The Canada Revenue Agency (CRA) has issued cannabis-related fines totaling 1.3 million Canadian dollars ($1 million) since adult-use marijuana was legalized in October 2018, Marijuana Business Daily has learned.
The nearly two-dozen penalties for violations of the Excise Act include one large levy of approximately CA$500,000, according to the CRA, which collects taxes and administers tax law for the Canadian government.
The hefty penalties have come as the nation’s top cannabis regulator, Health Canada, has so far chosen not to fine any marijuana producers despite serious regulatory violations such as illegal cultivation and sale.
Instead, the agency has used a variety of other approaches including warnings and license suspensions.
In the case of the CRA, the most common reasons for assessing a penalty were:
- Production without an excise license.
- Unaccounted for excise stamps.
- Inadequate books and records.
- The purchase of cannabis by an excise licensee from an unlicensed person.
The CRA would not reveal the names of the companies, citing confidentiality.
The agency also declined to break down the fines by category because that “could lead to the potential identification of taxpayers, which would contravene the confidentiality provisions of the Excise Act,” a spokesperson told MJBizDaily.
The CRA is responsible for administering the excise taxation framework on cannabis products.
Canada’s Excise Act contains various administrative-penalty provisions in cases where businesses are found to have contravened the law.
Fines, or administrative monetary penalties, may be imposed when the Act is found to have been violated, the CRA said.
According to data shared with MJBiDaily, no cannabis-related penalties were assessed in 2018 – the year Canada legalized adult-use cannabis.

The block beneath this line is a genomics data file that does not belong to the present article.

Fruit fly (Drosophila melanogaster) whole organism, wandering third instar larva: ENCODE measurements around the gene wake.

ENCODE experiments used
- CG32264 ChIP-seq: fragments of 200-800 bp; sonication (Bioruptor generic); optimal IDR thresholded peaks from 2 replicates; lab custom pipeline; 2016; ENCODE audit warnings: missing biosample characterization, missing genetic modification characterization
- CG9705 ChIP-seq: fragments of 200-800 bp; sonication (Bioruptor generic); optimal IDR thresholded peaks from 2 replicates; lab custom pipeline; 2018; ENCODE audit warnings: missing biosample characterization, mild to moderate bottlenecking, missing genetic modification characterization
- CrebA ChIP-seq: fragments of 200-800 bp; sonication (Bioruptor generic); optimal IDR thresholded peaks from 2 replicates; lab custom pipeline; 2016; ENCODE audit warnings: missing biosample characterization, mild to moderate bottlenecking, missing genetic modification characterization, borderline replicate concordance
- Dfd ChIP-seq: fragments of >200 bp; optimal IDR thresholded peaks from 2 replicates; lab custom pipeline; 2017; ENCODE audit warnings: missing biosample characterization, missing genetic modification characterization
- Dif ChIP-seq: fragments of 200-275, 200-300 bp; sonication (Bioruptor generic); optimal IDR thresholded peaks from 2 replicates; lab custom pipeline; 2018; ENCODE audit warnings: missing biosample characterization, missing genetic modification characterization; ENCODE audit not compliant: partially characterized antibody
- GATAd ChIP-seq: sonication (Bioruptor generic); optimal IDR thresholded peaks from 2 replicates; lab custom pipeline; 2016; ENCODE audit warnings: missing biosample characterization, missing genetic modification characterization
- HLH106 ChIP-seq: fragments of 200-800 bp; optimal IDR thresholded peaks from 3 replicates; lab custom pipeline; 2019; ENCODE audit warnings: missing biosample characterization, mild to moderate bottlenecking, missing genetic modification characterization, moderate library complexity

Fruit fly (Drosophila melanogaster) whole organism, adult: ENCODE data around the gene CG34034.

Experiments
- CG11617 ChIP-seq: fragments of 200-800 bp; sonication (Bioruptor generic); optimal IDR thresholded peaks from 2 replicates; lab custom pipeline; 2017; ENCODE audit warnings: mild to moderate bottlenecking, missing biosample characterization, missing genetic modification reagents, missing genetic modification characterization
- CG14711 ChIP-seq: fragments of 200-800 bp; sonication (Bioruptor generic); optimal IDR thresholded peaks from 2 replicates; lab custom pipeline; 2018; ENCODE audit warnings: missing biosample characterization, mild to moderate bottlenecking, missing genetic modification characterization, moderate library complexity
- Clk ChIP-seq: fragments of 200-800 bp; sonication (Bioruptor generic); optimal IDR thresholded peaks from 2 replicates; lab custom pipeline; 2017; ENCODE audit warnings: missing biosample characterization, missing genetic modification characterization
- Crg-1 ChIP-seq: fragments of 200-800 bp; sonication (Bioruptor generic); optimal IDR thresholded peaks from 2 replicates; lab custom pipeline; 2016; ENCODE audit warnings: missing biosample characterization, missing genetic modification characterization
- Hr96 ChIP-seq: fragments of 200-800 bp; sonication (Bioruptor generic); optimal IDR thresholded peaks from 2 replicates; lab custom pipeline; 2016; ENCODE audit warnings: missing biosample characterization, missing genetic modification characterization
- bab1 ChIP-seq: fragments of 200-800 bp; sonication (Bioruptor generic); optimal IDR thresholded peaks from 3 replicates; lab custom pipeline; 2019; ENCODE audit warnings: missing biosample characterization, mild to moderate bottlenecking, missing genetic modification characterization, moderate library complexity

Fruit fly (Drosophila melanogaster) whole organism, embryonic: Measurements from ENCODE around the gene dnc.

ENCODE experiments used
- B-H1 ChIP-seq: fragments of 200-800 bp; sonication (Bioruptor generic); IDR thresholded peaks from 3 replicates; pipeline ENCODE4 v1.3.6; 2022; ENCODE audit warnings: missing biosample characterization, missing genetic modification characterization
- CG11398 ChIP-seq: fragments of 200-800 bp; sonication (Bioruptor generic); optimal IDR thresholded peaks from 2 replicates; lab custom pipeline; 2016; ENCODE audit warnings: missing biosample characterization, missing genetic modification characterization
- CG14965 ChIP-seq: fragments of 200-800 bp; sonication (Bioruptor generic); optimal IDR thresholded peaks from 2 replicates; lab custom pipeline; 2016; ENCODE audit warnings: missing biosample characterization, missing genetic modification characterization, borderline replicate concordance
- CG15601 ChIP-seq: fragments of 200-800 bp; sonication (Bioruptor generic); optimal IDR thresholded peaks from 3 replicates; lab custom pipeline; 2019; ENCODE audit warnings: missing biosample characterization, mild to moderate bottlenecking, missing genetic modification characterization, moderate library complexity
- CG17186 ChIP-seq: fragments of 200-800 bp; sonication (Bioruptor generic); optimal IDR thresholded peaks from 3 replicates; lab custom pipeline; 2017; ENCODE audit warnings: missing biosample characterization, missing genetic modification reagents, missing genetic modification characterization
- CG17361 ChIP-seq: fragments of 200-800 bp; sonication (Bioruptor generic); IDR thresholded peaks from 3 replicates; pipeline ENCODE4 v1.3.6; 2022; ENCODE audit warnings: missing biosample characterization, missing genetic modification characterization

In 2019, the first full calendar year of recreational cannabis sales in Canada, 15 penalties were assessed, totaling CA$769,426.
The largest fine levied that year was CA$507,660.
That means the average penalty for the 14 other contraventions was CA$18,697.
Seven penalties were assessed in 2020, totaling CA$527,798.
The largest fine in 2020 was for CA$434,611.
Excluding the largest fine, the average penalty for the six other contraventions in 2020 was CA$15,531.
Seemingly small infractions such as lost excise stamps can carry significant fines, as those penalties are assessed for every stamp that cannot be accounted for.
No Health Canada fines
The CRA’s fines mark a different approach than Health Canada when it comes to regulatory enforcement.
Rather than fining large businesses, Health Canada has used a combination of warning letters, phone calls and license suspensions, according to the department’s latest compliance report for the 2018-19 fiscal year.
The compliance report – the first to cover the early months of legalization in Canada – does not show any fines having been issued.
“To date, Health Canada has not issued an (administrative monetary penalty),” a department spokesperson previously told MJBizDaily.
“In the vast majority of cases, regulated parties undertake voluntarily action to correct non-compliance once they are made aware of the regulatory requirement(s),” she continued.
“In other cases, other enforcement tools, such as a warning letters, license suspension or revocation, are determined to be most effective for the circumstance.”
Health Canada versus CRA
Shane Morris of Ottawa-based Morris and Associates Consulting questions why the CRA is fining businesses while Health Canada has chosen not to.
“At the end of the day, the minister can decide when to take action and when not to take action,” he said in a phone interview.
“But it’s interesting to have two departments regulating the same industry and take different approaches to the regulatory tools they have and how they apply them.”
Morris expects license holders to be more careful about handling their responsibilities under the CRA’s requirements, as opposed to Health Canada’s requirements, “because that’s where the real potential monetary risk is.”
“You’re seeing, with the number and size of fines from the CRA in the cannabis space, is that they clearly have a different approach to enforcement and compliance promotion than Health Canada, who have a softer approach, by the looks of it.
“We know this because there have been a number of serious noncompliance events in the industry from Health Canada’s perspective and remit, and yet they have not issued any administrative penalties.
“It would be interesting to see when they will start applying fines, and for what reason.”
Matt Lamers is Marijuana Business Daily’s international editor, based near Toronto. He can be reached at email@example.com.